AA - 2020

Author:  Craig Mott
Cape Town Regonal Sales Manager Rawson Property
19 August 2020

What to look out for when property shopping for a home office

According to Craig Mott, Cape Town regional sales manager for the Rawson Property Group, home offices are certainly taking off in popularity. The traditional office space is fast becoming passé, with entrepreneurs the world over embracing remote work and distributed workforces especially during the Covid-19 pandemic.

However, there are some legal restrictions that business owners need to be aware of before hanging an “Open for Business” sign on their front door. Here are his tips on what to look out for if you’re shopping for a property in which to live and work without falling foul of the neighbours or the law.

Know your business’ zoning requirements

“Zoning is the number one hurdle for home businesses,” says Mott. “Most town planning schemes will make provision, without zoning from the municipality, for conducting of a profession or occupation from a dwelling house as a primary right, sometimes referred to as a ‘home enterprise’, provided you meet certain criteria. Businesses such as the typical micro business, attorney, GP, accountant or dentist working from a study or consulting room at home may fall under this category.

While there’s every chance your business may not need commercial zoning, Mott says it’s essential to check with a well-informed property professional before taking those legalities for granted. You don’t want to get caught out when your home office is already up and running.

Larger businesses, or those with a greater potential to impact on the neighbourhood, typically need to have business zoning in place in order to comply.

“Unfortunately, zoning in South Africa can be a bit of a minefield, varying from city to city and suburb to suburb,” he says. “This can be further complicated by the fact that a lot of home office properties are sold by residential real estate agents who don’t always have the commercial knowledge to advise buyers on zoning. It’s best to get in touch with a commercial property advisor if possible, or use a real estate agent from a brand like Rawson, which has a commercial component and facilitates knowledge-sharing between different franchises and specialities.”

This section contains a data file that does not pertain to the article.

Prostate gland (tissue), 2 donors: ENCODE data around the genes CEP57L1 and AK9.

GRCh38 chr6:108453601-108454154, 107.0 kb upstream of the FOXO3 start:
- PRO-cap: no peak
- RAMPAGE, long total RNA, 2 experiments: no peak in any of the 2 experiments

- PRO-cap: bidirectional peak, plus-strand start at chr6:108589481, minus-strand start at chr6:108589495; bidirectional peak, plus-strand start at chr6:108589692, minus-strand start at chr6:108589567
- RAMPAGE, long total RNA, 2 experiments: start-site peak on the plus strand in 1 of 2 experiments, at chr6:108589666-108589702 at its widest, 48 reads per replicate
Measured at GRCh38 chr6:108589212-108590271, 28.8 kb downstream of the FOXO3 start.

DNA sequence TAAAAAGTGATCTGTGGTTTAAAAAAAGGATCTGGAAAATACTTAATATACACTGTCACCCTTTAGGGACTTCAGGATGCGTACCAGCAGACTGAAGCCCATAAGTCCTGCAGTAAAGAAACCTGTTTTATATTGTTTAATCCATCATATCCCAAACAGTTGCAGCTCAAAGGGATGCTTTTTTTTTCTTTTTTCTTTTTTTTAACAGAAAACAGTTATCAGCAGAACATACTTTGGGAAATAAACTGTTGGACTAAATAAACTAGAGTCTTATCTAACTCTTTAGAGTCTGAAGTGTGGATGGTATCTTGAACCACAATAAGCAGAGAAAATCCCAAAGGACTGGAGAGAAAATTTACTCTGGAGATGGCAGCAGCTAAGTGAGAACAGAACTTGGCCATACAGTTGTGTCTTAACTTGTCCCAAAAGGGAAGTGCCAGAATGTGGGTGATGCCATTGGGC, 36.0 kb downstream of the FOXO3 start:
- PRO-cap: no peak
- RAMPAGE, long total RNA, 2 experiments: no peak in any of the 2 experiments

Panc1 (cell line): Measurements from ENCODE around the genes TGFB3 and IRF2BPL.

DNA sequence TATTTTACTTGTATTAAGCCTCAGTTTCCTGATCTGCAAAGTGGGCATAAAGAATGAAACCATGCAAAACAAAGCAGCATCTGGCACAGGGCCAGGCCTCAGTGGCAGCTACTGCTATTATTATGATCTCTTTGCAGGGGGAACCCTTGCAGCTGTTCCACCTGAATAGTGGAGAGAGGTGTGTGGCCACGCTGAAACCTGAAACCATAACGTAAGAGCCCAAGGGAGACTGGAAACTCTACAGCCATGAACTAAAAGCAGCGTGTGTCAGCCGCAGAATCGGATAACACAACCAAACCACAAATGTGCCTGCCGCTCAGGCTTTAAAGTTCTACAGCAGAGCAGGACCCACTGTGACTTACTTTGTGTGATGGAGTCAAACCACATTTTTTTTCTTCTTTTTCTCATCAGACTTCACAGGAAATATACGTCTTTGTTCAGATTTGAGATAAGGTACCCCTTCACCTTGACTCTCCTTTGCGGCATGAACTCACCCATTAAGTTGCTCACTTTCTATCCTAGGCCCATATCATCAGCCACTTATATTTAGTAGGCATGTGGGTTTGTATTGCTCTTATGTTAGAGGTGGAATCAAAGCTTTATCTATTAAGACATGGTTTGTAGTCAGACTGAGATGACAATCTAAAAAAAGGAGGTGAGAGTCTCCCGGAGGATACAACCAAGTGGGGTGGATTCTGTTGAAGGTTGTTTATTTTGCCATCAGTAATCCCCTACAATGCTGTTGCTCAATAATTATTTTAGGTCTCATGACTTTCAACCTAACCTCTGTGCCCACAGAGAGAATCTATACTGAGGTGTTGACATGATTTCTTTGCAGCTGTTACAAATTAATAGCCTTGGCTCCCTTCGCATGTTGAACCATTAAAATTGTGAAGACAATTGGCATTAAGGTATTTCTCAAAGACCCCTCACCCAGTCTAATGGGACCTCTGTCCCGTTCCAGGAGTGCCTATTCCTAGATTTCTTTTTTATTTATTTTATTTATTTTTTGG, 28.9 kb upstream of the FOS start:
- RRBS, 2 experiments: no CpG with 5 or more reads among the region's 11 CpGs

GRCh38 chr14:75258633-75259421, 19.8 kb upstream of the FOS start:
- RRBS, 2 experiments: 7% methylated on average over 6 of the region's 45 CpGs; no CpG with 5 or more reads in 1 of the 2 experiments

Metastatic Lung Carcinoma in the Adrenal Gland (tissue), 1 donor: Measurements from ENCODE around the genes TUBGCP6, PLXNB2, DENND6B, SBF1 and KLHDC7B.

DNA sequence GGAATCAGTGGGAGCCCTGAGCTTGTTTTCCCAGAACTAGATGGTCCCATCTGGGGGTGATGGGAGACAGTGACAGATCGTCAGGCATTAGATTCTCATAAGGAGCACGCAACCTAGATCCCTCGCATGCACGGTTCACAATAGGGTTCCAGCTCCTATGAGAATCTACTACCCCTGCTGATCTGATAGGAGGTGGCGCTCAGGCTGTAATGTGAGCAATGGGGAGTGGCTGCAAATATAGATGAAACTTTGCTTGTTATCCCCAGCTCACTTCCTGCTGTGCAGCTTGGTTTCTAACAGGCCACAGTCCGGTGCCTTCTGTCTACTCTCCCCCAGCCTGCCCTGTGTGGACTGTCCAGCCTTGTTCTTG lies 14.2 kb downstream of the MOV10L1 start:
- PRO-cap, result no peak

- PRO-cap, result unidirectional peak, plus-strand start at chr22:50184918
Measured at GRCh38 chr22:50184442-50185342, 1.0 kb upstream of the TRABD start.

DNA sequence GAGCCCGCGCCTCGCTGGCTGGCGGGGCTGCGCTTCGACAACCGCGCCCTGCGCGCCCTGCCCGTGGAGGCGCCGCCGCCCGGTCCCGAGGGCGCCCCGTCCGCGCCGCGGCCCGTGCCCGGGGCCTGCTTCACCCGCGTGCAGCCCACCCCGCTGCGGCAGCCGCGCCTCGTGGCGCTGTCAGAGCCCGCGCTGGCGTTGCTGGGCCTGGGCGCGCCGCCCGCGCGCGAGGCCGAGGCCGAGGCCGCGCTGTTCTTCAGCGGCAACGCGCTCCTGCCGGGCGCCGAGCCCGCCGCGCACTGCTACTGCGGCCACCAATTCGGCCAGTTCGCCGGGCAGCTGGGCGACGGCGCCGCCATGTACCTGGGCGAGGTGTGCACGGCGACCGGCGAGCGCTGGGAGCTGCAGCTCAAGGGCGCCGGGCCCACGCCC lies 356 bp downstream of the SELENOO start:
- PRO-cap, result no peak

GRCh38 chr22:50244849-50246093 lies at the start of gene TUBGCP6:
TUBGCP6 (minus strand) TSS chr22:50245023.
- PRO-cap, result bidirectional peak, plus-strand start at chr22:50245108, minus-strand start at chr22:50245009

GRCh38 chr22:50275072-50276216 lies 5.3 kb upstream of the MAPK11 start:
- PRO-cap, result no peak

Pro tip: Properties can be rezoned on application, but this isn’t always an easy process and is not guaranteed to succeed. It’s better to purchase (or rent) property with the right zoning in place already, but if you’ve fallen in love with a specific property, a good real estate broker or town planner will be able to advise you on the likelihood of getting it rezoned.

Understand your physical needs

Zoning isn’t the only requirement a property will need to meet to make a good home office. Running a business from home will require some specific spatial elements as well.

“Obviously, you need an appropriate space within the home for an office,” says Mott. “What that means will vary depending on your operation. If you have staff or clients coming in every day, you’ll probably want a separate entrance, dedicated kitchenette and bathroom facilities. If it’s just you, you can probably make do with a comfortable study in the main house.”

Don’t forget those less tangible needs like high-speed internet or three-phase electricity supply. Mott recommends creating a list of requirements to take with you when viewing potential properties.

Be conscious of the potential impact on neighbours

Mott also urges business owners to consider facilities like parking, which can be a source of bad blood between you and your neighbours.

“In neighbourhoods where parking is limited, it’s best to make sure you have enough off-street parking for any staff or clients,” he says. “Nothing gets neighbours’ backs up like having their driveways constantly blocked by visitors. Angry neighbours can cause big problems for home businesses, particularly those taking advantage of grey areas in zoning.”

Signage, noise, odours and waste disposal can also be a source of aggravation for neighbours. Mott encourages business owners to think through their business processes to flag any potential irritations, and make sure the properties they view have the right layouts and facilities to minimise their impact.

Don’t forget security

One of the benefits of working from a traditional office space is the shared security of large commercial buildings. Working from home means setting up your security to keep that expensive business equipment and proprietary information safe.

“Security is vital for home businesses, so keep this in mind when viewing properties. A home that is easy to secure, or already has a top-tier security system in place is going to be a better option than one with a high-risk profile,” says Mott. “Properties within security complexes may be ideal for this reason, but don’t always meet the other requirements of a home business premises.”

Luckily, South African homeowners have been catching on to the home-office trend, and a lot of renovated properties accommodate a work-from-home situation, he concludes.

The original article can be viewed here: